Consider the problem of sorting an array of numbers in order. *Merge sort* is to recursively divide the array in half, and then recombine the sorted subarrays.

- Divide the array in half.
- Recursively divide until each subarray has only one element.
- Merge the sorted subarrays.

The following example shows how an array is divided and then merged.

38 27 43 3 9 82 10 -- divide 38 27 43 3 | 9 82 10 38 27 | 43 3 | 9 82 | 10 38 | 27 | 43 | 3 | 9 | 82 | 10 -- each length=1 27 38 | 3 43 | 9 82 | 10 -- merge 3 27 38 43 | 9 10 82 3 9 10 27 38 43 82

The following method implements merge sort in Java. It is a recursive method which calls itself on the subarrays.

public static void mergeSort(int[] data, int first, int last) { if (first >= last) return; int mid = (first + last) / 2; mergeSort(data, first, mid); // sort the left half mergeSort(data, mid + 1, last); // sort the right half merge(data, first, last); // merge two sorted subarrays }

The following is the method for merging two sorted subarrays. The first subarray starts from the index `first`

and ends at the index `mid`

, and the second subarray starts from the index `mid + 1`

and ends at index `last`

. It keeps picking up the smaller element from the two subarrays, until one subarray is finished; and then it copies the rest of the other subarray to the result.

public static void merge(int[] data, int first, int last) { // A new array to hold the merged result int[] temp = new int[last - first + 1]; int mid = (first + last) / 2; int i = first, j = mid + 1, k = 0; // Copy smaller item from each subarray into temp until one // of the subarrays is exhausted while (i <= mid && j <= last) { if (data[i] < data[j]) temp[k++] = data[i++]; else temp[k++] = data[j++]; } // Copy remaining elements from first subarray, if any while (i <= mid) temp[k++] = data[i++]; // Copy remaining elements from second subarray, if any while (j <= last) temp[k++] = data[j++]; // Copy the result back into original array for (i = first; i <= last; i++) data[i] = temp[i - first]; }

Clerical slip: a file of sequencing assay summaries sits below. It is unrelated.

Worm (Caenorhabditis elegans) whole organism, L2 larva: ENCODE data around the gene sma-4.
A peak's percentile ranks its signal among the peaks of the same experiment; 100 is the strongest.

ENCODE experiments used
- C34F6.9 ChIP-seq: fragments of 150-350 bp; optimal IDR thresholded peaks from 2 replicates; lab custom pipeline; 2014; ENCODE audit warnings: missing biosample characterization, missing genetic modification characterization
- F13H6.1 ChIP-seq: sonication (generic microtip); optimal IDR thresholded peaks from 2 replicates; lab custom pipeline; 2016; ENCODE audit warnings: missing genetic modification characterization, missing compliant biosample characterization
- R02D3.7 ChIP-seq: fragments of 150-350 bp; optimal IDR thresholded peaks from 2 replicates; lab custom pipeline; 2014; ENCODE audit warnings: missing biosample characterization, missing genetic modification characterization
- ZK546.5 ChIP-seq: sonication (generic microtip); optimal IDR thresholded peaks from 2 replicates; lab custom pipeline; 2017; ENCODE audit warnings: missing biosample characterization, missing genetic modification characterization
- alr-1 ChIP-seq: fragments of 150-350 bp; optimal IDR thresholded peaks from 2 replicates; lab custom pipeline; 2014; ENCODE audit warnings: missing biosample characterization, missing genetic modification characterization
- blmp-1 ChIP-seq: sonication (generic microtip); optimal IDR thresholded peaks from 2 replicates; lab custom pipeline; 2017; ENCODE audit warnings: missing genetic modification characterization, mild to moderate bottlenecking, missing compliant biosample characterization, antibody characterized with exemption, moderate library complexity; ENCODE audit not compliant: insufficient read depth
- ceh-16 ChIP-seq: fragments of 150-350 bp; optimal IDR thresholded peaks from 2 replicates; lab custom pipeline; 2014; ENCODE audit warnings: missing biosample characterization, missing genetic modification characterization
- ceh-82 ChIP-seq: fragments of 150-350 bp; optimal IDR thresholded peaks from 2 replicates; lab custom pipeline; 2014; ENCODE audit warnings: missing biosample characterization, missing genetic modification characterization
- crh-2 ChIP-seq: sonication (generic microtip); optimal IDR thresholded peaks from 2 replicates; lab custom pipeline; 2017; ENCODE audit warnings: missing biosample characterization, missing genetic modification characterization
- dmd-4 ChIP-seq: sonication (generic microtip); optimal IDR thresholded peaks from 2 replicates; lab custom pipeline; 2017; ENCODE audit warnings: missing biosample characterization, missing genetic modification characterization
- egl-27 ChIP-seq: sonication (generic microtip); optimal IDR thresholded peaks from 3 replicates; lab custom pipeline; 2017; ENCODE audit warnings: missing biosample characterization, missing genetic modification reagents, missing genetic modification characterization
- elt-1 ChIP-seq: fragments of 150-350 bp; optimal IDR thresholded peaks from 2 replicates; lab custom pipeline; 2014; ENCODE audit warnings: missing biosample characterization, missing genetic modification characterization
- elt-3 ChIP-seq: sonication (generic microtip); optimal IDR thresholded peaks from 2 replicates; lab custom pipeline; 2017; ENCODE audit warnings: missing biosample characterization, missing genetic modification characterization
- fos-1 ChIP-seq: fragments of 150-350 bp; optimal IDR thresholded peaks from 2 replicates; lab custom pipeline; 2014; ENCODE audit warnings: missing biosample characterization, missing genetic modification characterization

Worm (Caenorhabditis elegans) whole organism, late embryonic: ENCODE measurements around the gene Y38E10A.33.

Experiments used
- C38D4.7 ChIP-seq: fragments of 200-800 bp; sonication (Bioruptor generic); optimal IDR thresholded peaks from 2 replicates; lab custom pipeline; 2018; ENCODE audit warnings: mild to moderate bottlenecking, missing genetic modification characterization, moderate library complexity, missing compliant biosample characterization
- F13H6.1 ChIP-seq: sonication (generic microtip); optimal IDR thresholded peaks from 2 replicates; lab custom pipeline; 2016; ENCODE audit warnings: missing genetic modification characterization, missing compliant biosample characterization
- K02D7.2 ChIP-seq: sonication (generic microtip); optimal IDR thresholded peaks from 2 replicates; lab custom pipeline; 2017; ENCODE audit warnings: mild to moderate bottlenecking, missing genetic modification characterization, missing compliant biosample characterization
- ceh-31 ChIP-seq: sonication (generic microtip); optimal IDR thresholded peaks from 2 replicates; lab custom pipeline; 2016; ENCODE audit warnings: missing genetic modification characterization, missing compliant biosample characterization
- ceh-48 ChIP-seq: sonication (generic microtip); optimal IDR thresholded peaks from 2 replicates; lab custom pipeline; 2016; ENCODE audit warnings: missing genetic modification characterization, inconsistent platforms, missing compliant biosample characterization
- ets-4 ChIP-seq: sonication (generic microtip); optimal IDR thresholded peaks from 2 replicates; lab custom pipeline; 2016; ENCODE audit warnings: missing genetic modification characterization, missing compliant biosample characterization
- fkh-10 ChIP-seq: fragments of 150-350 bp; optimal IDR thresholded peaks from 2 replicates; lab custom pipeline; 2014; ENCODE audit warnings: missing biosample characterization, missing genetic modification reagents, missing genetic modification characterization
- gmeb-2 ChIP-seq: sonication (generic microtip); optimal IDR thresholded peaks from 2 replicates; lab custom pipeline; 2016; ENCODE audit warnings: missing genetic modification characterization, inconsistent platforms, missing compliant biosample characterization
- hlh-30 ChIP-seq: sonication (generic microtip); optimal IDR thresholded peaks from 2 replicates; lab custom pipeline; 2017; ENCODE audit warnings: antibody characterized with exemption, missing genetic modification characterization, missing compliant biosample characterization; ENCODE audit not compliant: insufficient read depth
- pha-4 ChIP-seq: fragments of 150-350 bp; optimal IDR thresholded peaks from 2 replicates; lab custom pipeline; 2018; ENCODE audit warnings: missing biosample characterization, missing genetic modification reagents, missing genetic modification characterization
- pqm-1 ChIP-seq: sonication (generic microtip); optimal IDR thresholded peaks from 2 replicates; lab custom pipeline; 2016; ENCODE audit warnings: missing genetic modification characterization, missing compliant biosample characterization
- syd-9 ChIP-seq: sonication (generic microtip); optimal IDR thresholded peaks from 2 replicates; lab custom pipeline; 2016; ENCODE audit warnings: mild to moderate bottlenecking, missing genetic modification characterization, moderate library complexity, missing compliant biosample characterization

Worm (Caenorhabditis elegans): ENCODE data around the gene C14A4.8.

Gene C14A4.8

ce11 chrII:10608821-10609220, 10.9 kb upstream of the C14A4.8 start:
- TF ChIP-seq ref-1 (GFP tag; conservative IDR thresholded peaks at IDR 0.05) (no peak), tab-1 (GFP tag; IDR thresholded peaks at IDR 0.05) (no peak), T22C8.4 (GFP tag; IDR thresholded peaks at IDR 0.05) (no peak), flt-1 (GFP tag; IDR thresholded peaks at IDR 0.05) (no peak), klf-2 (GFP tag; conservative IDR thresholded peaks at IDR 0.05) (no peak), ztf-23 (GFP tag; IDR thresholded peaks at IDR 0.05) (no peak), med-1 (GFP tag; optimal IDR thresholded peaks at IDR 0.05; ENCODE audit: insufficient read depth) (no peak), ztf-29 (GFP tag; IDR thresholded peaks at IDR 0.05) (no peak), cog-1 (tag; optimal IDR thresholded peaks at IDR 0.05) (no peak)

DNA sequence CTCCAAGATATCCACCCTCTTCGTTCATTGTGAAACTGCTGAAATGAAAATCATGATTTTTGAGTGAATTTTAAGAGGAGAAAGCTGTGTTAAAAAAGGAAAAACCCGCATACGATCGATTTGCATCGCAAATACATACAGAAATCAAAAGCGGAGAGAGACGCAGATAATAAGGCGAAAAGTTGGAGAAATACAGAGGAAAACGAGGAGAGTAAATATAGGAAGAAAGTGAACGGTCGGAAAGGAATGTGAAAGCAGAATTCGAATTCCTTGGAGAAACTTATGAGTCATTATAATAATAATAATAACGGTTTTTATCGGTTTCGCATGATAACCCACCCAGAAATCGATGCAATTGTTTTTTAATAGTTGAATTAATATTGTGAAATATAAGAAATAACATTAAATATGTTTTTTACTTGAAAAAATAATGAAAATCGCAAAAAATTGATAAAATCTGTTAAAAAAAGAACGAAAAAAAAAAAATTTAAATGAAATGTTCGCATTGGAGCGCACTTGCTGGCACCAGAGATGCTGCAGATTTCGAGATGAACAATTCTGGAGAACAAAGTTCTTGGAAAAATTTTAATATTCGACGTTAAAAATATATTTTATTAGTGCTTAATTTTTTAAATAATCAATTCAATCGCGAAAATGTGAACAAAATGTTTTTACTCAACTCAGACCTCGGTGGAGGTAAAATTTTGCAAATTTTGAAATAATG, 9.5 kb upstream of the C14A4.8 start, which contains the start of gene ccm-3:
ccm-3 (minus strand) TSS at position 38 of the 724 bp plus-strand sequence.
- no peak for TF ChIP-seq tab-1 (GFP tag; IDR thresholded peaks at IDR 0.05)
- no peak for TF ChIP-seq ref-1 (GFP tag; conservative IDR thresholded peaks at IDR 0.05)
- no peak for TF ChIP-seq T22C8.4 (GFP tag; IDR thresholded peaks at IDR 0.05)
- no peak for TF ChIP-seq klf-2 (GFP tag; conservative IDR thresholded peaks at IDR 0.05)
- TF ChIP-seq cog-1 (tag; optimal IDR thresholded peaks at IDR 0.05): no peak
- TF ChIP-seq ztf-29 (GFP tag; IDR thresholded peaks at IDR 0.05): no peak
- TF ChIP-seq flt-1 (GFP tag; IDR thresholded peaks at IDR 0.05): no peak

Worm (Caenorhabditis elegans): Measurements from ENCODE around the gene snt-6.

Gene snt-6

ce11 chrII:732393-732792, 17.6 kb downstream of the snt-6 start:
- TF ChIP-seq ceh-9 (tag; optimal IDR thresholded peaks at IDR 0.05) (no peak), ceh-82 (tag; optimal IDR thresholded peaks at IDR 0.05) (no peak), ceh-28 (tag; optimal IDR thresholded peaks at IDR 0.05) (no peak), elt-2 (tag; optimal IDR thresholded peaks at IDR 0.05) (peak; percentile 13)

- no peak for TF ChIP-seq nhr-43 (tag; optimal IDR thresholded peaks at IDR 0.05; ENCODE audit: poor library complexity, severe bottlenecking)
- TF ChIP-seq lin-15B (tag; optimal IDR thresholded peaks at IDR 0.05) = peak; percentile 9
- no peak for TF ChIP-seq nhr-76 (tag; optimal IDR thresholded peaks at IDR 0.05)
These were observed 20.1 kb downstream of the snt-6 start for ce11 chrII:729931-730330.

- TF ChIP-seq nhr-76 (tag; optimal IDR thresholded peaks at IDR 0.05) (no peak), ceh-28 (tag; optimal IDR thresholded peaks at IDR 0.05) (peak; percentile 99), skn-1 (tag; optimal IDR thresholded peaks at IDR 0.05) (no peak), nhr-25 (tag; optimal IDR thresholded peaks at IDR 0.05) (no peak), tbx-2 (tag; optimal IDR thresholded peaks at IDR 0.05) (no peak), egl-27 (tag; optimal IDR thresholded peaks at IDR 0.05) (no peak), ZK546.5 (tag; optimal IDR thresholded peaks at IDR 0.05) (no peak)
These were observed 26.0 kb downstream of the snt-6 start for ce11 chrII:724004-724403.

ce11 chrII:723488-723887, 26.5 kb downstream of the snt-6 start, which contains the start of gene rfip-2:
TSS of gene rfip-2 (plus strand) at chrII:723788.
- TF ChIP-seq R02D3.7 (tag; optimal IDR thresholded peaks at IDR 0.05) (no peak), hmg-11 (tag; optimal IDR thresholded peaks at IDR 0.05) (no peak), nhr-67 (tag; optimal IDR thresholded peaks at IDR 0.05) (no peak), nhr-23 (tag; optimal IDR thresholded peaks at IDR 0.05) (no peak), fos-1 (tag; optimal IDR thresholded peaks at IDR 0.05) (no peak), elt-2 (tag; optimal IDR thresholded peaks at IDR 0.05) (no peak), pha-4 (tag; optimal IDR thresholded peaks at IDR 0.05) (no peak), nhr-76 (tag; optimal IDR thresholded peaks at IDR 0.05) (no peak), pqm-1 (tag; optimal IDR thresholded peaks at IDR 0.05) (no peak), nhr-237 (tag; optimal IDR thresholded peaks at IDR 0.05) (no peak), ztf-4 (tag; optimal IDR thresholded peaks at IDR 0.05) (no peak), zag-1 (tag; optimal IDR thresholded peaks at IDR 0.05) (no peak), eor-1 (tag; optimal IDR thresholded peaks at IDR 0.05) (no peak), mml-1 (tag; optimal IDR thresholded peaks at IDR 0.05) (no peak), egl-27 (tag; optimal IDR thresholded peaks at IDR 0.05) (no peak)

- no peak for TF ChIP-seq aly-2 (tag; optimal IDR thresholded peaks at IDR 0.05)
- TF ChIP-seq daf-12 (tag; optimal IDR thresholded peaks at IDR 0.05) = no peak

Note that in the statement `temp[k++] = data[j++]`

, we use postfix increment operator ++. A postfix expression (like j++) evaluates to be the value of the variable before incremented. For example, the following statement

a = i++;

has equivalent consequence as the following two statements:

a = i; i = i + 1;

And the following

temp[k] = data[i++];

is equivalent to

temp[k] = data[i]; i = i + 1;

And

temp[k++] = data[i++];

is equivalent to

temp[k] = data[i]; k = k + 1; i = i + 1;

An alternative solution for merging is given below.

public static void merge(int[] data, int first, int last) { int mid = (first + last) / 2; int i = first, j = mid + 1; int len = last - first + 1; int[] temp = new int[len]; // Temporary storage for (int k = 0; k < len; k++) { if (i == mid + 1) // The left part is done temp[k] = data[j++]; else if (j == last + 1) // The right part is done temp[k] = data[i++]; else if (data[i] < data[j]) // Get one from the left temp[k] = data[i++]; else // Get one from the right temp[k] = data[j++]; } // Copy merged part back into the original array for (i = first; i <= last; i++) data[i] = temp[i - first]; }

Suppose the array has length n. The merge sort approach recursively divides the array in half, and this generates totally log(n) levels of divisions, and in consequence, log(n) levels of merging. For each level, merging runs in linear time. The total running time is about O(n * log(n)). This is much more efficient than selection/insertion/bubble sorts which run in O(n^2) time.

Merge sort uses the idea of *divide and conquer*:

- Recursively break down a problem into two (or more) sub-problems of the same type, until they become simple enough to be solved directly.
- The solutions to the sub-problems are then combined to give a solution to the original problem.

Demos of merge sort:

http://www.sorting-algorithms.com/merge-sort

http://youtu.be/XaqR3G_NVoo